Very Easy Interview
Financial Services Specialist Interview (Positive Experience; Very Easy Interview)
Interviewed at Independent Capital Management
Interview Details – Applied for the job through Indeed and received an email the next day to schedule an interview. It was a group interview; majority of time we listened to a presentation on the company (which i found to be interesting and informative) and at the end you are taken aside for brief individual interviews. Overall, i thought the people were very nice and the environment was one to foster learning and improvement
Very Easy Interview
Financial Services Specialist Interview (Negative Experience; Very Easy Interview)
I applied online and the process took 5 days - interviewed at Independent Capital Management.
Interview Details – They just go over your resume. They either like it or they dont. They do not rally go over your resume or ask any in depth interview questions. Then there was a 3 hour presentation when i was initially told it was only 2 and then she tells you whether or not she likes you and then you are on your way. I did not feel as though anything would be invested in me. And you are required to pay for fees upfront, which is the new industry standard, but they reimburse you after six months, when industry standard is suppose to be right after you pass your test. This tells me they have a very low retention rate.
Interview Question – None. It was barely an interview. Answer Question
Reason for Declining – Felt like a cattle call. I did not feel as though I earned it.
Financial Services Specialist Interview (Negative Experience; Easy Interview)
I applied online and the process took a day - interviewed at Independent Capital Management in August 2012.
Interview Details – I have prior industry experience (licenses & financial planning certifications) and I was curious about this company as I worked alongside a co-worker who used to be with them. I "interviewed" at the Ontario location.
First, I was expecting a one-on-one interview. Well, that was not the case. There were about 10 people in this room. We were to turn in our resume's and complete a simplistic job application before the presentation. I was noticing all the faded "success" posters that were framed on the wall. Looked like they've been there for quite a few years. Someone really should replace them.
The presentation was where it all went south for me. It's always a big warning sign when a company with a few offices is talking about "opening an office in every city in America" and are looking for "managers". When I looked around at all the fresh college graduates, I sincerely hoped that they could look through all they hype. It felt more like an MLM meeting. I felt that I was being "pitched" the job. (Hint for management: Talk about expanding in the region or just in the current state. Make it more believable.)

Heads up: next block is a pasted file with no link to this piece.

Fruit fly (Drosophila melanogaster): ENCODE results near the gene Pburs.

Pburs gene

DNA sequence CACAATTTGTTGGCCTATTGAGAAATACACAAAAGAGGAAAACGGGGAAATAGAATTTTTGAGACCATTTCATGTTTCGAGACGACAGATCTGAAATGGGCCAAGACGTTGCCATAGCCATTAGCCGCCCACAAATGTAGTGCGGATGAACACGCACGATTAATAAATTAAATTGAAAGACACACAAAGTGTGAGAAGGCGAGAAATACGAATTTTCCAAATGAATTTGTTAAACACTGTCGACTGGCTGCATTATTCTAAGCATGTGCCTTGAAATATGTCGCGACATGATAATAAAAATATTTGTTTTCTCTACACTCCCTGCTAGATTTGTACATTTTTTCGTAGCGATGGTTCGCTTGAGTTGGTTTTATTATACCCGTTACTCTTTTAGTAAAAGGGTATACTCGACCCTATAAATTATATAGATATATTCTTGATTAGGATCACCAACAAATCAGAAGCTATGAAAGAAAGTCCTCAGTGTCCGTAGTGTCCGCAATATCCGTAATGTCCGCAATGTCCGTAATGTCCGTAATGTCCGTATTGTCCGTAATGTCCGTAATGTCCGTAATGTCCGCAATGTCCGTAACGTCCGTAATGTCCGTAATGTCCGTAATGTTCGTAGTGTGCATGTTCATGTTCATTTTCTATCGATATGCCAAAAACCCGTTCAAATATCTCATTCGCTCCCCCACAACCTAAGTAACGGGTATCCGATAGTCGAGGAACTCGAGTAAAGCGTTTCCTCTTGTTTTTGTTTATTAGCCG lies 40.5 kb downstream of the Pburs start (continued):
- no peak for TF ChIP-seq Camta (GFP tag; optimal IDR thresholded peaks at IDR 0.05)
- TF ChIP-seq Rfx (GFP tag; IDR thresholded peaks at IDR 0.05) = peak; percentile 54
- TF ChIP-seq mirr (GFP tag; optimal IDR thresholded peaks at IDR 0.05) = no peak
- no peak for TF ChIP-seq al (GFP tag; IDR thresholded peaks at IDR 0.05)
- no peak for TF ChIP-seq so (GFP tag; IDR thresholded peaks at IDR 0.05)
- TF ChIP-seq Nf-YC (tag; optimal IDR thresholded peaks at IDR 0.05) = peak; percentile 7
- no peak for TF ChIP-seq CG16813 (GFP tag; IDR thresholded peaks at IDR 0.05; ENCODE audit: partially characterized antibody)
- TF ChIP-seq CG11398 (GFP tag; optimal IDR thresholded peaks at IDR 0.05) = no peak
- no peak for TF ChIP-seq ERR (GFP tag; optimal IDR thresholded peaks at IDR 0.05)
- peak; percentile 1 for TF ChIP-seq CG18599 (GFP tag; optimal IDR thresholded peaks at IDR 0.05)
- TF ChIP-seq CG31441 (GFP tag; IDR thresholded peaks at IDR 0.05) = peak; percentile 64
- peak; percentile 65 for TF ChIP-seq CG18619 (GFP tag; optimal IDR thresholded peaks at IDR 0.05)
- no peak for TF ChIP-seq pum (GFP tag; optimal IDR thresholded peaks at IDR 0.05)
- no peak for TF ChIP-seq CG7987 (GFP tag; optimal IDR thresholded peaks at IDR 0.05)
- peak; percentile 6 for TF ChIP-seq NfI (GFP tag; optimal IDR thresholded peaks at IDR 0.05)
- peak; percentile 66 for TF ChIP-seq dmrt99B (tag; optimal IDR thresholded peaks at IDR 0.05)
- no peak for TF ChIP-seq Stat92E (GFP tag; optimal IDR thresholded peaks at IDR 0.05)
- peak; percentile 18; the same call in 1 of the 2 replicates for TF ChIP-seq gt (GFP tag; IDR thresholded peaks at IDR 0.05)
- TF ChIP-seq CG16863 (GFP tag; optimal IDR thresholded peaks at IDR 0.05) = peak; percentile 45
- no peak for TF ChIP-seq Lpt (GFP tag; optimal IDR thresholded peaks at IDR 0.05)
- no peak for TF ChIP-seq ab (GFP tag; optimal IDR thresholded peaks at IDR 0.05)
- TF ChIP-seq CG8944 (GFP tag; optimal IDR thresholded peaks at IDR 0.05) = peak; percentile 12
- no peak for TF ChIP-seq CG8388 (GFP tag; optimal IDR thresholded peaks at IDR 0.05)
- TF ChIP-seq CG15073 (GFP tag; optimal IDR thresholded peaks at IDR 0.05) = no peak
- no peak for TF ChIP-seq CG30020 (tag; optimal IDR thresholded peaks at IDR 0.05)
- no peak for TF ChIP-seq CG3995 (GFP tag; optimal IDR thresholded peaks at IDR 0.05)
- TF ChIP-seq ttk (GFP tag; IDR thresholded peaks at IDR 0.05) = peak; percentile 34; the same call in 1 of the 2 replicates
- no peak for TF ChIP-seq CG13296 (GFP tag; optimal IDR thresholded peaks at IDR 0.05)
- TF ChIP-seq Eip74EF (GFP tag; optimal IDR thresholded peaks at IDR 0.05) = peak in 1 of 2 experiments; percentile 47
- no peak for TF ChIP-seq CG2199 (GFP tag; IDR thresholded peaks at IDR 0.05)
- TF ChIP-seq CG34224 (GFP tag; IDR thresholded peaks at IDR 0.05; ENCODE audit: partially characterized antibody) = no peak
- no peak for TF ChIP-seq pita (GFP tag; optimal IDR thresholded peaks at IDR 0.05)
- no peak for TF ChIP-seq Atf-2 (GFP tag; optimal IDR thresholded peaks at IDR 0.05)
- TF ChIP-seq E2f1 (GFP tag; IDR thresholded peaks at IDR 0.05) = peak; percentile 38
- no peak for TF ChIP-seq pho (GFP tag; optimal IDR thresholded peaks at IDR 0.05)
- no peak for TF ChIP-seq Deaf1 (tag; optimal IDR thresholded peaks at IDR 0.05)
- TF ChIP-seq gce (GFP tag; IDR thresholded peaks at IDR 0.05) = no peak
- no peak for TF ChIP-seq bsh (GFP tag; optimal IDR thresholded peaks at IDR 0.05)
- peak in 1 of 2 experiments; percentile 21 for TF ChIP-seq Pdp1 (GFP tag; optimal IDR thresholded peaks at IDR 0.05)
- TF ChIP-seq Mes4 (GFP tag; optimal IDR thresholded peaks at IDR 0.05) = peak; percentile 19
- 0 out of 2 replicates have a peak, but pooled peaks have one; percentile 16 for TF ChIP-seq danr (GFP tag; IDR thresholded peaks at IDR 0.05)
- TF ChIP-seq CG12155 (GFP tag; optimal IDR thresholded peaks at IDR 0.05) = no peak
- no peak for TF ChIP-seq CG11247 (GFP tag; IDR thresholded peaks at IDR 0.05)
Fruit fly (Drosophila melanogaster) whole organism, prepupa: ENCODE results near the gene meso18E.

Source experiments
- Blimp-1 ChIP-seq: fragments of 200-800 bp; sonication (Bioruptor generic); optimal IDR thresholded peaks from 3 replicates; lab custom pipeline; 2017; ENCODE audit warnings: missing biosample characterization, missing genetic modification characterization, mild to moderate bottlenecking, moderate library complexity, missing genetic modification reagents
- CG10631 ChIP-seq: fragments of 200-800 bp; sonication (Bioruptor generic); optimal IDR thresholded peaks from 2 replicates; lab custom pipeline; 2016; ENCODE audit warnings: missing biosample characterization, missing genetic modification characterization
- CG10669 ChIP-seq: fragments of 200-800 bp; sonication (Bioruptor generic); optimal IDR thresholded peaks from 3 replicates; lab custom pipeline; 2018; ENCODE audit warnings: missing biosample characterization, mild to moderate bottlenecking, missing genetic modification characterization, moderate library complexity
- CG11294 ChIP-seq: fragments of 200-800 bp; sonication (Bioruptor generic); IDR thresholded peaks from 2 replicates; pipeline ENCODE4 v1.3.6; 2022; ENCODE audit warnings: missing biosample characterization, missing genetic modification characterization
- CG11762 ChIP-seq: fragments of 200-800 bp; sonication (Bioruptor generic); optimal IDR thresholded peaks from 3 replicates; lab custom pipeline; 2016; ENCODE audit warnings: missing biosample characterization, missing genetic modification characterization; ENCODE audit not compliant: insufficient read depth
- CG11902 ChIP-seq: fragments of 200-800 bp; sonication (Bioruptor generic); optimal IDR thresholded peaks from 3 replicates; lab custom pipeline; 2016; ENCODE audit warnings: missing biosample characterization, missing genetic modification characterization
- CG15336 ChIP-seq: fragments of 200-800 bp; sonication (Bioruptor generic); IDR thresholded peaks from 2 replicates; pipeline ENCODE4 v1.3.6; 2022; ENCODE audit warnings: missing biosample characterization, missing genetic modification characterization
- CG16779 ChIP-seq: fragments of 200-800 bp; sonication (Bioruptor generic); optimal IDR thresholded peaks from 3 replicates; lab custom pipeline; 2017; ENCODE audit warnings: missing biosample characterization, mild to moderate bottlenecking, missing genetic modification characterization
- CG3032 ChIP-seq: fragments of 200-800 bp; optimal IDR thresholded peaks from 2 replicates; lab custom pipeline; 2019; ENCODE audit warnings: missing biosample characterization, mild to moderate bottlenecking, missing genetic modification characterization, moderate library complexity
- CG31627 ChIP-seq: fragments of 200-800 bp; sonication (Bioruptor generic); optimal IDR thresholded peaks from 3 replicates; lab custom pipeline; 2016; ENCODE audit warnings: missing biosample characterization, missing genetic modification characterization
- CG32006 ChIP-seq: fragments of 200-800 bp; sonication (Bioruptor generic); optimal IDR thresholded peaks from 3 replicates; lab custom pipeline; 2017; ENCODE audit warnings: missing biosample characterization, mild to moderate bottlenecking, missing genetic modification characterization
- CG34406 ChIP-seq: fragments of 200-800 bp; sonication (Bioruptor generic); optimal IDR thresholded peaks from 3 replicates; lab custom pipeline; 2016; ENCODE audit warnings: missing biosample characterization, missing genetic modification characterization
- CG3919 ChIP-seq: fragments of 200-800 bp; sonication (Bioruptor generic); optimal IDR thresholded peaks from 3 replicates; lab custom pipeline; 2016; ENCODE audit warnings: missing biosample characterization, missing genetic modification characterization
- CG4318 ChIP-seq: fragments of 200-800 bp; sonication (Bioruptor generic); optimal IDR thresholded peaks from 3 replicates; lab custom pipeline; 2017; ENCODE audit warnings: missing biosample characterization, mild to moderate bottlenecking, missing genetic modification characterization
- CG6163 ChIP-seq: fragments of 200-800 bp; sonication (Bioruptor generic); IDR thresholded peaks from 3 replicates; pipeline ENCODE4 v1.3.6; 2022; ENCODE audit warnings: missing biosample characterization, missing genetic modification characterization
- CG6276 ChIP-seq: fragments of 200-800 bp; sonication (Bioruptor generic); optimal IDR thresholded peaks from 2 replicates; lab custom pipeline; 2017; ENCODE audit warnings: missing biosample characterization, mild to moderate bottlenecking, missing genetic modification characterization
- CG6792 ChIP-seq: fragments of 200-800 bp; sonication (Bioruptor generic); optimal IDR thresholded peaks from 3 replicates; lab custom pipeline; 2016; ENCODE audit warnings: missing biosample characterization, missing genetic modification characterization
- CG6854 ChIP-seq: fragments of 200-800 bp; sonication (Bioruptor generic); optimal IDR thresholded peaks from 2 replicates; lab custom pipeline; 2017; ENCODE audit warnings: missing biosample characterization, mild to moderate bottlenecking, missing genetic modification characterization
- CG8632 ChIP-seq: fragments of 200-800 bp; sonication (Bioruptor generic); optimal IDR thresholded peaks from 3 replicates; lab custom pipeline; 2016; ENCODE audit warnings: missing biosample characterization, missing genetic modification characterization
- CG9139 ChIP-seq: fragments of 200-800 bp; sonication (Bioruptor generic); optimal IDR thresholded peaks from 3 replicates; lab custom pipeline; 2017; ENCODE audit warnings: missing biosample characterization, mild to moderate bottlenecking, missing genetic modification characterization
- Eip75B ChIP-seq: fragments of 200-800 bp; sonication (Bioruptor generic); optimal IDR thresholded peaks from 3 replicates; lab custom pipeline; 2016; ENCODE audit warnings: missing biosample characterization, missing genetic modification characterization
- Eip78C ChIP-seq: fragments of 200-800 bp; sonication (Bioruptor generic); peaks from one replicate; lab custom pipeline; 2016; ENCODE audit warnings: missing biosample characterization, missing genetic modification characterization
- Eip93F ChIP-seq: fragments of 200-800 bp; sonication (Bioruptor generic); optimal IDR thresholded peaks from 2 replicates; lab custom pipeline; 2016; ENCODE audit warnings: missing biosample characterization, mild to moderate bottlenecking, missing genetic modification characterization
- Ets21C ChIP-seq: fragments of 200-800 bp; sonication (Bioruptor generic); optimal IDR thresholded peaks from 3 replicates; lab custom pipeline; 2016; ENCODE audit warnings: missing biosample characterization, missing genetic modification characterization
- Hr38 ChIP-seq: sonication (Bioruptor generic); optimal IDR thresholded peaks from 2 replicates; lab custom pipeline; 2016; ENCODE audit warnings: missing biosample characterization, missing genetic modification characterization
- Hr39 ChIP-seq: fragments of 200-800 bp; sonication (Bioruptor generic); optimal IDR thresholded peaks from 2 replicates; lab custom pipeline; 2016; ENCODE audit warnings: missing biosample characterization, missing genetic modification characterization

Oh, and "don't ask any questions during his presentation, but make sure you participate." (Another "MLM" sign.) These are/were classic sales techniques to recruit distributors for MLM companies. It simply did NOT sit right with me. In financial services, it is always a best practice for the interviewee to ask more questions than the company recruiter. It shows preparation, seriousness and knowledge of the industry. I had to really try hard to keep my mouth shut from asking questions and/or showing up the interviewer on his lack of knowledge compared to mine. But it would be very uncouth for me to interrupt a presenter.
Also, the presenter paints the career with a truly "rose-colored" brush by talking about the "average income" (which he said was $168,000 per year; I don't think so - closer to about $55k), and the joys of "helping people". Let me tell you something: a dentist pulls out people's teeth and is also "helping people". Sometimes in this industry, you are helping people in spite of themselves. They'll thank you LATER as you develop a relationship over time.
WARNING: This is the ONLY financial services company that said they would reimburse your licensing costs AFTER SIX MONTHS WITH THEM. Every other company either pays for them, or reimburses upon passing. This tells me that something isn't right here. They must be hiring a lot of people and they aren't doing the job. "But it costs us more to hire you than what you'll pay!" C'mon, give me a break. Even if it's true, you're trying to justify this to them... and as you can tell, I simply was not buying it.
If you go to their (substandard) website (I emphasize this because they talked about 'how great the website was" during the presentation), you will see that there are only 18 "managers" with the company. If it was so great to work for, why aren't there more managers?
By constantly promoting the "management track", you are also saying that the job of being a "Financial Services Specialist" is just a sales job. Also, REAL LEGITIMATE companies will hire managers directly into their companies - because the skills to be a manager are vastly different than the skills required to be a top producer.
Also, the fact that you can only get the more advanced licenses (series 7, 66 and others) by becoming a Supervisor, means that they are promoting people OUT of doing more advanced work. This is a typical MLM-type venture, except you don't do any recruiting. Wait, I take that back. It was a Divisional Manager doing the "Career Presentation"... so eventually you WILL be doing the recruiting. This IS an "MLM"... and all the signs are there. At least Primerica and World FInancial Group are up-front about it.
If you promote all your "top salespeople" into management, who is going to grow with your client-base to serve the higher net worth clientele? Yes, you may have the products, but that doesn't mean that you are skilled or equipped to serve their needs. Not all salespeople are cut out to be managers. I'm sure not. But your top salespeople need to stay where they are because good top financial advisors can (and should) make much MORE than their manager.
There is a great opportunity for being a true financial advisor that takes great care of their clients. There is a shortage of good advisors. This is where there are great opportunities... not in "management". If you can learn the art and science of building a clientele, you will know that this is the skill for your financial success in this business, not in "managing and recruiting others".
As you can tell, I'm pretty negative about it. I felt that the entire thing was a waste of my time. But as with any career or investment, always ask yourself "compared to what?" My interview with Merrill Lynch Wealth Management is tomorrow.
- What are you most excited about when you heard about this job? View Answer
- Why did you decide to apply for a position with ICM? View Answer
Reason for Declining – Read my description. As you can tell, I was not going to join this company.